RSS (Really Simple Syndication) is older Internet technology that has been ‘killed’ many times by Big Tech but is still well and alive. RSS feeds are essentially a list of links published by websites adhering to a protocol such that applications can consume.
RSS readers are still used today but were more popular in the 2000s era. In the 2020s, attention is the top commodity online. Big Tech companies want users on their domains so they can shill them their ads and keep them engaged. RSS allowed users to consume content privately and ad-free without the noise.
On Big Tech’s path to this goal, they made sure to stifle RSS as all major social media companies (Twitter, Facebook, Instagram and Google) all previously supported (and subsequentially removed) that functionality from their platforms in the 2010s. Despite the lip service or non-sensical reasons provided for doing so, the writing was on the wall. Users being able to read content without ads and engaging privately cannot be monetized by those companies, so gutting RSS was necessary for the bottom line.
For example, Twitter now has a well gate-kept, permissioned API, whereas once upon a time, developers could simply query a public RSS endpoint of any users’ profile to get their latest tweets.
While these companies certainly had an agenda, the overarching reason for lack of RSS adoption in 2022 is the inability to monetize the technology. Website publishers do not make direct revenue from their feeds—fortunately upkeeping and syndicating them is very inexpensive. In the past, companies attempted to insert ads into the feeds themselves, but this is no different than visiting the site’s domain and being blitzed with ads anyway, still worsening the user experience.
Bitcoin as digital cash is a natural fit with RSS. However, due to its lack of adoption and misunderstanding of the tech, we have not seen attempts of integrating the two technologies.
Here are a couple of ways to potentially integrate:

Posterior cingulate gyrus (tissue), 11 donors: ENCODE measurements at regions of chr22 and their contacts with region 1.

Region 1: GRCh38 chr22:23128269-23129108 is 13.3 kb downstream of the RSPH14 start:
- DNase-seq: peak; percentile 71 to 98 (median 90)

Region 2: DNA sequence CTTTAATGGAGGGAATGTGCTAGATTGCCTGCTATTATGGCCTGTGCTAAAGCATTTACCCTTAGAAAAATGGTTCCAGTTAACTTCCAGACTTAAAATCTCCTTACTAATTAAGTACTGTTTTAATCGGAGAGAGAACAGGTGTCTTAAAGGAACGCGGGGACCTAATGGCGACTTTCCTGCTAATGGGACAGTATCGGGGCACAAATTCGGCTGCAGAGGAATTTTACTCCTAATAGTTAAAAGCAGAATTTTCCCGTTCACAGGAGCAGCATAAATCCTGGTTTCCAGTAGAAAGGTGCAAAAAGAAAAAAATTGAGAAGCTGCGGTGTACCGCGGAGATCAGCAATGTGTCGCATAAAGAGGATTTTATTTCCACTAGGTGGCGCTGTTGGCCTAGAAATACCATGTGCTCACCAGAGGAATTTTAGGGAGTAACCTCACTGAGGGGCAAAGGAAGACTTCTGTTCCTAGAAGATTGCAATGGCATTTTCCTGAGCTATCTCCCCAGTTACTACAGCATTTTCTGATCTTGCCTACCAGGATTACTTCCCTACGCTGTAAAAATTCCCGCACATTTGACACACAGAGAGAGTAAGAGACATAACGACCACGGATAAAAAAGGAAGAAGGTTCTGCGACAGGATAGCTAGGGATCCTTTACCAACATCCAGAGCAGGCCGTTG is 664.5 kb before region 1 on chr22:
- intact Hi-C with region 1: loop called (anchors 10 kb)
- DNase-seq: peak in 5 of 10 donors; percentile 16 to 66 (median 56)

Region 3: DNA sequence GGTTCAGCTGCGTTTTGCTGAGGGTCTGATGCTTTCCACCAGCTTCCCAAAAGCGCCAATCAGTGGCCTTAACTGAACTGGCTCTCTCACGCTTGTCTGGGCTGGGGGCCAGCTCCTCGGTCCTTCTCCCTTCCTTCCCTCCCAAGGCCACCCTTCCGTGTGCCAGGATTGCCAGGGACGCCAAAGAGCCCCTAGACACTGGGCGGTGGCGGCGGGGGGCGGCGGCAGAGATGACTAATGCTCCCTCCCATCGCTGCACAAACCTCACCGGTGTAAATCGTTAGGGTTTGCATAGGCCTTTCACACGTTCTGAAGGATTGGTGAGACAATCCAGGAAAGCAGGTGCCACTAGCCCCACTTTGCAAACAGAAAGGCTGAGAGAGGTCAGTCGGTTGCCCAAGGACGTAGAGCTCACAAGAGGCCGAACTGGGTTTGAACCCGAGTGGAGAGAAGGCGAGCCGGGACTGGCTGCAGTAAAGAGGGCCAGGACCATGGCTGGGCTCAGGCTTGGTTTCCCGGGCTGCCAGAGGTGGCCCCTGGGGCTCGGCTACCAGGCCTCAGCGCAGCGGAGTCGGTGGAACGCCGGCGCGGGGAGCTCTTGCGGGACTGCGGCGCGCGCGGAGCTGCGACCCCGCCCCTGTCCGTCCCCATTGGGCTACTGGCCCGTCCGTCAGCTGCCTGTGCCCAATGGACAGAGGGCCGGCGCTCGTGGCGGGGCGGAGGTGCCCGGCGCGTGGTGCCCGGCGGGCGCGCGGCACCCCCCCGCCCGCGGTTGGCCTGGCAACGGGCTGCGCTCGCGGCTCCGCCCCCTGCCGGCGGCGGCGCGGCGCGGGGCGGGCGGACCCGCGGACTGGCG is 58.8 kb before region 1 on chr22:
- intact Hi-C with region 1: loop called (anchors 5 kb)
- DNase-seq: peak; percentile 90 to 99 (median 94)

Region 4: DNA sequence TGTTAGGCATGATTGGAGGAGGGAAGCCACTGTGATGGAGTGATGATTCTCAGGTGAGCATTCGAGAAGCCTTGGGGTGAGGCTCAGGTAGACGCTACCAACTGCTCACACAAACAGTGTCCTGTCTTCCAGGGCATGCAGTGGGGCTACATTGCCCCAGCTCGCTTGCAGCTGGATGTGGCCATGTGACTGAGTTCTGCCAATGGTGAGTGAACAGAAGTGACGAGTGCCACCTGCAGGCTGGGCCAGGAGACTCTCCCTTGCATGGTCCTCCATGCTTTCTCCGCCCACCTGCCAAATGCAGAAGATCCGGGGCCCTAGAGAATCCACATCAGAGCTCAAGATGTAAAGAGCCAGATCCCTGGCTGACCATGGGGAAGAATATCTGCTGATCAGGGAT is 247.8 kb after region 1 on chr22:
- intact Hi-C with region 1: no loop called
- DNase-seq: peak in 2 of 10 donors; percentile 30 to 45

RSS feed URLs are generally public, for example here.
Site publishers could only return an RSS feed via the HTTP request if it is suffixed with a transaction ID that pays the site some satoshi amount within a time frame, within the month in a subscription-like model.
The client application could be registered ahead of time with a known address or wallet, then the server could validate that transaction ID and determine whether to return a success 200 response or 404 Not Found- I mean 402, payment required response code.
Another way is to embed raw Bitcoin transactions that pay the site in the request itself—in either the IP packet (bringing back IP to IP transactions) or in the HTTP request. The site can first check the payment’s validity, then send to the network in truly peer-to-peer fashion. Once complete, the site sends the RSS feed to the client.
These are just a couple of ways to integrate micropayments into RSS such that sites have an incentive to add, maintain, advertise, and thus earn more from their content. As the truth about Bitcoin’s capability to be cheap, instant cash for the Internet emerges, I hope to see older, seemingly deprecated Internet technologies become useful again.
Watch: TonicPow’s Luke Rohenaz talks micropayments, NFTs & the future of digital marketing on Hashing It Out
Also watch: Joshua Henslee’s video, RSS and Bitcoin
New to Bitcoin? Check out CoinGeek’s Bitcoin for Beginners section, the ultimate resource guide to learn more about Bitcoin—as originally envisioned by Satoshi Nakamoto—and blockchain.